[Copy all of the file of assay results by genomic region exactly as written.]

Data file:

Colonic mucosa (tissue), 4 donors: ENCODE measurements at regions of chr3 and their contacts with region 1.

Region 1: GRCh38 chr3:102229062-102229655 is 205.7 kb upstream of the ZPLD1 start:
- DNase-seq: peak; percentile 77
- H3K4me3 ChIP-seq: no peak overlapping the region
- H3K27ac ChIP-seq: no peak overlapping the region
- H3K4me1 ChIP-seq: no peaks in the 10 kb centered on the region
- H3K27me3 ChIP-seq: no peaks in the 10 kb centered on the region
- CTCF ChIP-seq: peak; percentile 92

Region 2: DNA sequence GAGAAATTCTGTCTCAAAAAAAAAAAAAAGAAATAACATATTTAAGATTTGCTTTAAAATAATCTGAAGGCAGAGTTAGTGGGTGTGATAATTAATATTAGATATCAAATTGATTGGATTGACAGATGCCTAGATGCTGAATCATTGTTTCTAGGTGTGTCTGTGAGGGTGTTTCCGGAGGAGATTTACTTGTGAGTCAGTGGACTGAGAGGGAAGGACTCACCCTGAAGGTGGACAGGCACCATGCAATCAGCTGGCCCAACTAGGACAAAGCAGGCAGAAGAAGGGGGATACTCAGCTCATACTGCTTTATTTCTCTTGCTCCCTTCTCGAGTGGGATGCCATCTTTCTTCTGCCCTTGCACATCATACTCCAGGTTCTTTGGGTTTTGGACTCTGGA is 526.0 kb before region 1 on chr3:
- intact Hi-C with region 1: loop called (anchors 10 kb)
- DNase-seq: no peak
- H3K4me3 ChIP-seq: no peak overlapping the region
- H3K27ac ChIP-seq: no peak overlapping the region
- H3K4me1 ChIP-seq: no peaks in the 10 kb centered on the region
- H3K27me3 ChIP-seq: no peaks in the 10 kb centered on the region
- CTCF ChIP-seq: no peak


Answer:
Colonic mucosa (tissue), 4 donors: ENCODE measurements at regions of chr3 and their contacts with region 1.

Region 1: GRCh38 chr3:102229062-102229655 is 205.7 kb upstream of the ZPLD1 start:
- DNase-seq: peak; percentile 77
- H3K4me3 ChIP-seq: no peak overlapping the region
- H3K27ac ChIP-seq: no peak overlapping the region
- H3K4me1 ChIP-seq: no peaks in the 10 kb centered on the region
- H3K27me3 ChIP-seq: no peaks in the 10 kb centered on the region
- CTCF ChIP-seq: peak; percentile 92

Region 2: DNA sequence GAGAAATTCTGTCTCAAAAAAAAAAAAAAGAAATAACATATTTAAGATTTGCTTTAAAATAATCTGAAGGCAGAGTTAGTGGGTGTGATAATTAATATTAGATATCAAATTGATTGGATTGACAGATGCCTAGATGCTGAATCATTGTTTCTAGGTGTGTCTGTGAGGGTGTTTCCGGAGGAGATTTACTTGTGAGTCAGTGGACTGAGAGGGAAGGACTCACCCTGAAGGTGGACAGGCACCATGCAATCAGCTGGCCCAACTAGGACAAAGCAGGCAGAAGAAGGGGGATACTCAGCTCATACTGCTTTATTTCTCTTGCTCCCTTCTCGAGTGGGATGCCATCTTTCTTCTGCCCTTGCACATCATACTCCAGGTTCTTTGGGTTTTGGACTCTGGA is 526.0 kb before region 1 on chr3:
- intact Hi-C with region 1: loop called (anchors 10 kb)
- DNase-seq: no peak
- H3K4me3 ChIP-seq: no peak overlapping the region
- H3K27ac ChIP-seq: no peak overlapping the region
- H3K4me1 ChIP-seq: no peaks in the 10 kb centered on the region
- H3K27me3 ChIP-seq: no peaks in the 10 kb centered on the region
- CTCF ChIP-seq: no peak